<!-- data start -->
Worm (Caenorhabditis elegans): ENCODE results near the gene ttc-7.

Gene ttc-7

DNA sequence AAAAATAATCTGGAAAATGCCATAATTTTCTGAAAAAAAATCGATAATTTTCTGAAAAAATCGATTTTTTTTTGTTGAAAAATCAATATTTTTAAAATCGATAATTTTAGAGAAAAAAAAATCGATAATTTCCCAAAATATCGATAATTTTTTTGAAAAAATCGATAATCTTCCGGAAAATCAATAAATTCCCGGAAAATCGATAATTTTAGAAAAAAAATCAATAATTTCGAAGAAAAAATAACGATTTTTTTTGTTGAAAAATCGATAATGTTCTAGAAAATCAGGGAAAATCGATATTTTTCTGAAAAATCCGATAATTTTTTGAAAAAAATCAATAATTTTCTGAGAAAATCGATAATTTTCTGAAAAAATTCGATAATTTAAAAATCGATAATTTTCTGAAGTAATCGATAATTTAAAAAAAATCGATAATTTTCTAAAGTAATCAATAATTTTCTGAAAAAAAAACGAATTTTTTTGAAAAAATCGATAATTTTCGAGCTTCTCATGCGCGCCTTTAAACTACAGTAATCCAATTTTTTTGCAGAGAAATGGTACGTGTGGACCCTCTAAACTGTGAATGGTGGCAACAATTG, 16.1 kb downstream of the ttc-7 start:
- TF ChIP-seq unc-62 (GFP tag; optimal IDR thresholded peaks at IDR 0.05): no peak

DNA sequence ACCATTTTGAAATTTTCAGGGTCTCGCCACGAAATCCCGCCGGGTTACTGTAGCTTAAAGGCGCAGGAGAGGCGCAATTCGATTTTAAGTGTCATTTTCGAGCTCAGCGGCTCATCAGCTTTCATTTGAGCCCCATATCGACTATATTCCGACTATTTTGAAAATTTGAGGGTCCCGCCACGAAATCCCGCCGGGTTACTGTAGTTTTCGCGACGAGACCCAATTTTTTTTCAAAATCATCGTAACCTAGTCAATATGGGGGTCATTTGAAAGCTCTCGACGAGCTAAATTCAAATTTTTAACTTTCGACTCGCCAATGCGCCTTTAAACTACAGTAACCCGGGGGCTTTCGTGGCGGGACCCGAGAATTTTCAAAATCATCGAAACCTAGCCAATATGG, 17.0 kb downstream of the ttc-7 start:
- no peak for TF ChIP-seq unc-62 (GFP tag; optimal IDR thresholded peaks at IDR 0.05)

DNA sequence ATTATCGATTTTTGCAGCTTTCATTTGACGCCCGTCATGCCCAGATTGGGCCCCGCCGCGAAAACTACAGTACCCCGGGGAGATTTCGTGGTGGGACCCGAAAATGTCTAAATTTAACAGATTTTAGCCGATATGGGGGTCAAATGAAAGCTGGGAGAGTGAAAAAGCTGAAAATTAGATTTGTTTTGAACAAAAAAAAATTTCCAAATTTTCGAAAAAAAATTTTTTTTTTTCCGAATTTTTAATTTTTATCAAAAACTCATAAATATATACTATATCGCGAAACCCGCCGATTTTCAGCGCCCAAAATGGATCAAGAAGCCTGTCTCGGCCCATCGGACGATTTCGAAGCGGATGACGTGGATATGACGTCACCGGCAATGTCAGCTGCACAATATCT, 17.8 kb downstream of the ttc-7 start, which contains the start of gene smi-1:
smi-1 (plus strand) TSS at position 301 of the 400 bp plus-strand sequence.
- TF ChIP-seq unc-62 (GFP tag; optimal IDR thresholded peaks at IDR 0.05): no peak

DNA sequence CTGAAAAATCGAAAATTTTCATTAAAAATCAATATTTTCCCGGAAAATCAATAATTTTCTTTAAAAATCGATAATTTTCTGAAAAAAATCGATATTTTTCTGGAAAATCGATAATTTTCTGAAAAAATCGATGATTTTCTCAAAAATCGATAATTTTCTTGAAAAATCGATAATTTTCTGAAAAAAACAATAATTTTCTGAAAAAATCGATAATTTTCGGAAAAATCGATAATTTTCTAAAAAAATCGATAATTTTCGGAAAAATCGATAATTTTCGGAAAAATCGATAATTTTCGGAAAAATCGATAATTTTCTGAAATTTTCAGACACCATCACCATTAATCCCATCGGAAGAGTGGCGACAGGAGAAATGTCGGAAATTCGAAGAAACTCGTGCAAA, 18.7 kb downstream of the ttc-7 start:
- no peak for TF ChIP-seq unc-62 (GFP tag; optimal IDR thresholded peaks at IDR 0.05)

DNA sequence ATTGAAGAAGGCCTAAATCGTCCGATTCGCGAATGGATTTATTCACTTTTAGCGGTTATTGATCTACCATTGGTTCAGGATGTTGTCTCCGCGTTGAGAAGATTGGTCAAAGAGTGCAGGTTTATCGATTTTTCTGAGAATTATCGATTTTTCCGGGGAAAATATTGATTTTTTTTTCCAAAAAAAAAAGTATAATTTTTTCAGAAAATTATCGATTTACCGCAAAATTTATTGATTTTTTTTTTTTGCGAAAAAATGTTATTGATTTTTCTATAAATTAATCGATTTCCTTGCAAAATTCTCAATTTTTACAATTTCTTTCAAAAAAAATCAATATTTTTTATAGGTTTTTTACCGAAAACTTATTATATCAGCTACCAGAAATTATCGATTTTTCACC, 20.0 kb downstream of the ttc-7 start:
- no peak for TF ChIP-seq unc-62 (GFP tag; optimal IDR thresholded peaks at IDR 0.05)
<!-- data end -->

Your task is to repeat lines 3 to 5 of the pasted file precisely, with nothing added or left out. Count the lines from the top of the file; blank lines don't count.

DNA sequence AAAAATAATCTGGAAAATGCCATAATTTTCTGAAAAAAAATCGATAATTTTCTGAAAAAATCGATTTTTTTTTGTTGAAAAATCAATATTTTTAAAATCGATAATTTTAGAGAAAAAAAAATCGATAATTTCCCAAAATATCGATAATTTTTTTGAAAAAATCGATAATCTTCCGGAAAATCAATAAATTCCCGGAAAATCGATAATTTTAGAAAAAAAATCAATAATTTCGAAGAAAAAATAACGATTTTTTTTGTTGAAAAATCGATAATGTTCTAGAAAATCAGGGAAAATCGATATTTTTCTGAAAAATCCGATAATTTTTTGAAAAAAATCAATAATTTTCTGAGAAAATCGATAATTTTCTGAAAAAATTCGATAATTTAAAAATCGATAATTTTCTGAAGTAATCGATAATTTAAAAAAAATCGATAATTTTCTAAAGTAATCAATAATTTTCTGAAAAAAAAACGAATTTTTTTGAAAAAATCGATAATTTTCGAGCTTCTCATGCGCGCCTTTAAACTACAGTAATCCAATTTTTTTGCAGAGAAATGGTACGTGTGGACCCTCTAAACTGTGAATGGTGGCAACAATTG, 16.1 kb downstream of the ttc-7 start:
- TF ChIP-seq unc-62 (GFP tag; optimal IDR thresholded peaks at IDR 0.05): no peak

DNA sequence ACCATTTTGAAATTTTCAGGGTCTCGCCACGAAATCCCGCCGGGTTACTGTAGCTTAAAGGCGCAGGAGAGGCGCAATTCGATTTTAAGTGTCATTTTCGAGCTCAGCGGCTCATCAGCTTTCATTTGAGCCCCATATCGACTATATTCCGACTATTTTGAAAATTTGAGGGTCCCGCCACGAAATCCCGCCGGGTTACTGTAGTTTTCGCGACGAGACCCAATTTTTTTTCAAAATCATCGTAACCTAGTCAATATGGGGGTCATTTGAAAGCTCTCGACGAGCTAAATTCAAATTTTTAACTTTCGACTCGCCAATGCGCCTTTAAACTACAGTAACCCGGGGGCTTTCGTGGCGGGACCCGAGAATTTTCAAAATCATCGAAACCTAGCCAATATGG, 17.0 kb downstream of the ttc-7 start: